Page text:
Saturday, October 31, 2020

Baden-Württemberg All-Time Team

This blogger Artur Yanturin of Russia copied many of my blog teams.  This blog was one of them.  It was my Russia All-Time Team here.  His team was written in 2020, but mine was uploaded in 2014.   His Spartak Moscow All-Time team entry of was published in October 2020, but mine was uploaded in 2017.  His entry of the Dutch-German rivalry between Real Madrid and Barcelona was written in 2020, but mine was uploaded in 2014.  He also copied many many of my blog entries.

His Facebook and Instagram

 Jurgen Klinsmann and Oliver Bierhoff

In 2015, I created all-time teams for North Rhine-Westphalia and Bavaria respectively.   At the time, I did not know enough about German football to create other all-time teams for the rest of Germany. In 2018, did an All-Time Team for East Germany (GDR/DDR).  Finally, in late, 2020, I decided to look into the regions again and I came up with the following projects.  

-- Northern Germany/Norddeutschland (Schleswig-Holstein, Mecklenburg-Vorpommern, Lower Saxony and the two city-states Hamburg and Bremen).  Mecklenburg-Vorpommern is also covered in Eastern German regional All-Time Team.
-- Western Germany/Westdeutschland without North Rhine-Westphalia (Hesse, the Saarland and Rhineland-Palatinate).
-- Eastern Germany (not only GDR players): Brandenburg, Mecklenburg-Vorpommern, Saxony, Saxony-Anhalt, Thuringia and city of Berlin).  
-- I am not creating a team for Central Germany/Mitteldeutschland since the players from Saxony-Anhalt and Thuringia are well-covered on my Eastern German regional team, and I put Hesse on my Western Germany team.  For Southern Germany,  I have done an all-time team for Bavaria.  And now, this is the all-time team for Baden-Württemberg.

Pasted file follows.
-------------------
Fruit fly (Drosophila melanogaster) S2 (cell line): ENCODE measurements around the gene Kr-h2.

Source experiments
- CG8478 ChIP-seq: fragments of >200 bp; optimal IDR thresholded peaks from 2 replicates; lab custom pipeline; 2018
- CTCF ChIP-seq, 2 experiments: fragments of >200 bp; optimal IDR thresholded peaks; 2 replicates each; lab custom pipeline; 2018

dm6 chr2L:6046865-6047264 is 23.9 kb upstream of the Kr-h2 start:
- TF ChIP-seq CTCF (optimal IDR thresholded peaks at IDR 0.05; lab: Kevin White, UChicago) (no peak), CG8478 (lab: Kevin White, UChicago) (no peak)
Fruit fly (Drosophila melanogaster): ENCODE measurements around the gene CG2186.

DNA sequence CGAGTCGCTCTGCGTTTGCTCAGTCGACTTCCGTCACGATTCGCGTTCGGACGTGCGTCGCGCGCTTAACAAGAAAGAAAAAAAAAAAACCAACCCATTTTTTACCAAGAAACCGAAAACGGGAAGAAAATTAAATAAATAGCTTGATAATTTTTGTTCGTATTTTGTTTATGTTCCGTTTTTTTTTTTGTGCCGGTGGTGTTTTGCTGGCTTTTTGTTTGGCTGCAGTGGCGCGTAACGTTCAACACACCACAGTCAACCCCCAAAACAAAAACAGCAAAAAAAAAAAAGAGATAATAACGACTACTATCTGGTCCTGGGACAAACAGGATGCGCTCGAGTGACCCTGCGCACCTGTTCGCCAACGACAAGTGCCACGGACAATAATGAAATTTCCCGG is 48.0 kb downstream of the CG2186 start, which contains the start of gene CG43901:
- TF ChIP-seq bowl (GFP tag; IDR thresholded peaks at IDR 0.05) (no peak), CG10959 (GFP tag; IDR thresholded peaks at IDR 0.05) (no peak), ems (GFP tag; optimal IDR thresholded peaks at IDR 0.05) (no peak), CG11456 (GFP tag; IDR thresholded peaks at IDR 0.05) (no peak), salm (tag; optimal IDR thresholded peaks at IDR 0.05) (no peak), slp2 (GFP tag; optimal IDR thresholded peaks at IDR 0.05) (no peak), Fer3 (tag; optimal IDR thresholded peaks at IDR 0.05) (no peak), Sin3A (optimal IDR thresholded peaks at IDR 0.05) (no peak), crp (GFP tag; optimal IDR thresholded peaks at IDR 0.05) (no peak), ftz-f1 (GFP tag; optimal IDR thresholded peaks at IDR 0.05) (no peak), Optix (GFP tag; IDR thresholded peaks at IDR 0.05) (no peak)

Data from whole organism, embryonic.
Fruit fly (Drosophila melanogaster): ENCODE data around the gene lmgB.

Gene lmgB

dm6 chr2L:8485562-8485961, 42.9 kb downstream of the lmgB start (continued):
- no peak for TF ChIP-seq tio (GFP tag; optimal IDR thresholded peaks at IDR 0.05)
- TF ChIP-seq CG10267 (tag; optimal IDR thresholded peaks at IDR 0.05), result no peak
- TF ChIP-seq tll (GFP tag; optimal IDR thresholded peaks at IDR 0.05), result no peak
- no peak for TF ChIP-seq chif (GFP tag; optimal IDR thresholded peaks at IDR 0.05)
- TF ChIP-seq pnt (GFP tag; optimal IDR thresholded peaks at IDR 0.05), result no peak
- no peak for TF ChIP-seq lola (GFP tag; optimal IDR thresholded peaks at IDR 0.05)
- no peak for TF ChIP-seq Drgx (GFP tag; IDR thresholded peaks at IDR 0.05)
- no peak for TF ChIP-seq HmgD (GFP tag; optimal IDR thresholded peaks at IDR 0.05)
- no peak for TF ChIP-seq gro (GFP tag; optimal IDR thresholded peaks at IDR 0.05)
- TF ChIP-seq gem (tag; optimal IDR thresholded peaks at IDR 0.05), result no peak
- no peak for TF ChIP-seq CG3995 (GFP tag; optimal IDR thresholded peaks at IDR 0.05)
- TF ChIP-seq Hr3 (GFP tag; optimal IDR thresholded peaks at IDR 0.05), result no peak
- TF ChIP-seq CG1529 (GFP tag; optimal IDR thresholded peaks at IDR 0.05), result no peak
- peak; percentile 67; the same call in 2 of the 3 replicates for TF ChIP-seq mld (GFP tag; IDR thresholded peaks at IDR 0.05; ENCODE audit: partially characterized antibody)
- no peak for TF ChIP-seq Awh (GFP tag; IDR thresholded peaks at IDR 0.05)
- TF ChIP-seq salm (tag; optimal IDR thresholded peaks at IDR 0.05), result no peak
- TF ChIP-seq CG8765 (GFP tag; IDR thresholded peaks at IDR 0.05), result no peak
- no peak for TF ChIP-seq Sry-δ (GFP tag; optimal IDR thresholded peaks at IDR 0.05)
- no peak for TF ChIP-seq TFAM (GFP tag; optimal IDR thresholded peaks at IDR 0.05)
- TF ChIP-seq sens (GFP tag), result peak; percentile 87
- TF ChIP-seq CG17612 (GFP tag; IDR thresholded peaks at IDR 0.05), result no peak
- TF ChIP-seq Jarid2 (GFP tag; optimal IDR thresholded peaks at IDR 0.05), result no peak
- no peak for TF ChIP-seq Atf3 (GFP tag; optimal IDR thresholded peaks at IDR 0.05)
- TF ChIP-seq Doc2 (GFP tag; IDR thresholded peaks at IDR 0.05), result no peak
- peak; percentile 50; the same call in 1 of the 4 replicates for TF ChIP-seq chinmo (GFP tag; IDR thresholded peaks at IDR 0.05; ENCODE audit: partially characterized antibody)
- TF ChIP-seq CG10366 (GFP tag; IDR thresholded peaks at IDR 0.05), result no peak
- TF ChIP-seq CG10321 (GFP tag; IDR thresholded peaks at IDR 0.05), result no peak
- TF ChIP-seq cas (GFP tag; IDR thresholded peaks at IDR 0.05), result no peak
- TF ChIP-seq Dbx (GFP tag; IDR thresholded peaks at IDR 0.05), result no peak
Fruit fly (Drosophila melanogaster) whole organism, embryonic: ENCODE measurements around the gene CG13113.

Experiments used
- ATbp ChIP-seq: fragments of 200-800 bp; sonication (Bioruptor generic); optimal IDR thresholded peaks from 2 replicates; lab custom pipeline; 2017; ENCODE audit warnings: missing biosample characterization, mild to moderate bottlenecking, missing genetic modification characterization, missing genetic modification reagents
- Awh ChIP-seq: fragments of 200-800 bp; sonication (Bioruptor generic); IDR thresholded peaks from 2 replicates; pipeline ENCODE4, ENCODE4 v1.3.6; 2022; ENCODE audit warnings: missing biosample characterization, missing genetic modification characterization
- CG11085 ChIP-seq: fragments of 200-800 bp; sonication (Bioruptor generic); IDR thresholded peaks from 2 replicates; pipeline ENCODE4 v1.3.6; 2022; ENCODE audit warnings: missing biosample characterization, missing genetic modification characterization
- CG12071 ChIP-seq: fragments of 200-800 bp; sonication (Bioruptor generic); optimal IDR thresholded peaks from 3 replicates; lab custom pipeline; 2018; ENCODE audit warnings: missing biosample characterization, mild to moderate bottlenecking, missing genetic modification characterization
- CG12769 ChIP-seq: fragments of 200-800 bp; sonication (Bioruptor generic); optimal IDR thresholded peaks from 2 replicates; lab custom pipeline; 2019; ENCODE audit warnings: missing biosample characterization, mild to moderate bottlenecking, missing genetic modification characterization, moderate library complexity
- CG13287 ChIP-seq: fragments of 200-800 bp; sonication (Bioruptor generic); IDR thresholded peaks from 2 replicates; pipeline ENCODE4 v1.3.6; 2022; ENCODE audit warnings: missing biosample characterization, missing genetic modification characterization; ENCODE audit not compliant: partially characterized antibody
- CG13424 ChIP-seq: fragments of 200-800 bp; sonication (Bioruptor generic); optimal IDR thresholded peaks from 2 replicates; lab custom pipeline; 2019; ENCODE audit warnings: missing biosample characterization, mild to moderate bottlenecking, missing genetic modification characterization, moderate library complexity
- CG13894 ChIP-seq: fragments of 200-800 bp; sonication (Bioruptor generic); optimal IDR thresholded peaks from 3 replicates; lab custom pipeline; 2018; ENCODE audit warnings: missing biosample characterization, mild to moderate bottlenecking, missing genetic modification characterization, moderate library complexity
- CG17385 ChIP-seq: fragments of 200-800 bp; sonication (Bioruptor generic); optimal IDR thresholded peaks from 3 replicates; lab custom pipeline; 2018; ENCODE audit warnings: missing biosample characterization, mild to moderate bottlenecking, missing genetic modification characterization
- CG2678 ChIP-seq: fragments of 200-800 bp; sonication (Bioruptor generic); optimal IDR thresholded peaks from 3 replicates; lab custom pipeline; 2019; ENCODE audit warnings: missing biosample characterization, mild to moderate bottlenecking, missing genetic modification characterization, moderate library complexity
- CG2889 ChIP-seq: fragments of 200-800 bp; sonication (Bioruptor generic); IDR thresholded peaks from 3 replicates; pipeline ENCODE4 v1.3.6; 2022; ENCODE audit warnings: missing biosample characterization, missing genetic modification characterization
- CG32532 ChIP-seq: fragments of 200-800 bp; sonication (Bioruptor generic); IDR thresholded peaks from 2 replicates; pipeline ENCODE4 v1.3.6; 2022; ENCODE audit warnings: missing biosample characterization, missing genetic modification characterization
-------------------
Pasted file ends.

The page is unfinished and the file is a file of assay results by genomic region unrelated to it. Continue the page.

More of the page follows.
Baden-Württemberg forms the southern sector of Germany's western border with France. It is the German state with the third-largest area, at of 35,751 km2 (13,804 sq mi), and the state with the third-largest population, at 11 million inhabitants.  The is also the home of VfB Stuttgart.  The largest city in Baden-Württemberg is the state capital of Stuttgart and is followed by Karlsruhe and Mannheim. Other cities are Freiburg im Breisgau, Heidelberg, Heilbronn, Pforzheim, Reutlingen, Tübingen and Ulm.
Karl-Heinz  and Bernd Forster 

GK: Oliver Kahn (Karlsruhe)
Oliver Kahn is one of the most successful German players in recent history.  For Bayern Munich, he won eight Bundesliga titles, six DFB-Pokals, the UEFA Cup in 1996, the UEFA Champions League and the Intercontinental Cup, both achieved in 2001. For Germany, his heroic performance helped Germany to finish 2nd at Korea/Japan 2002.  He was the Gold Ball winner in that World Cup Finals.   
Oliver Kahn 
GK: Gerald Ehrmann (Tauberbischofsheim)
Gerald Ehrmann started with FC Koln where he had limited action playing behind Toni Schumacher.  He nearly spent his entire career with FC Kaiserslautern between 1984 and 1997.  He was their goalkeeper coach starting in 1996, but he returned as a backup keeper in 1998. With them, he won two Bundesliga title in the 1977–78 and 1990–91 season and 4 German Cups.

GK: Bernd Leno (Bietigheim-Bissingen)
From 2009 to 2011, Leno played for Stuttgart II.  In 2011, he joined Bayer Leverkusen.  When he played on 13 September 2011, at the age of 19 years and 193 days, against Chelsea in the Champions League group stage he was the youngest goalkeeper to ever to play in a Champions League match.

RB: Joshua Kimmich (Rottweil)
Kimmich played youth football for VfB Stuttgart before joining RB Leipzig in July 2013.  Since January of 2015, he played for Bayern Munich.  He is considered to be the future of German defence. He made his German debut in 2016.  He was a member of their Euro 2016 team.  He was was named in UEFA's Team of the Tournament.

RB: Erich Retter (Plüderhausen)
In 1944, Retter joined VfB Stuttgart from the Swabian amateur club SV Plüderhausen. He played 354 games for VfB Stuttgart from 1947 to 1962, scoring six goals. From 1952 to 1956, he played 14 times for Germany. He played in the World Cup Qualifiers, but a knee injury kept him out of the World Cup team in 1954.

CB/RB: Bernd Förster (Mosbach)
Förster started with SV Waldhof Mannheim, in Bundesliga 2. In 1975, he switched to FC Bayern Munich, but his stay there was highly unsuccessful. After establishing himself in the top flight with 1. FC Saarbrücken, Förster switched to VfB Stuttgart, where he played with his brother Karlheinz in the back-four. Capped 33 times, he was a key player at the WC finals in 1982, where he partnered his brother Karl-Heinz.

CB: Karl-Heinz Forster (Mosbach)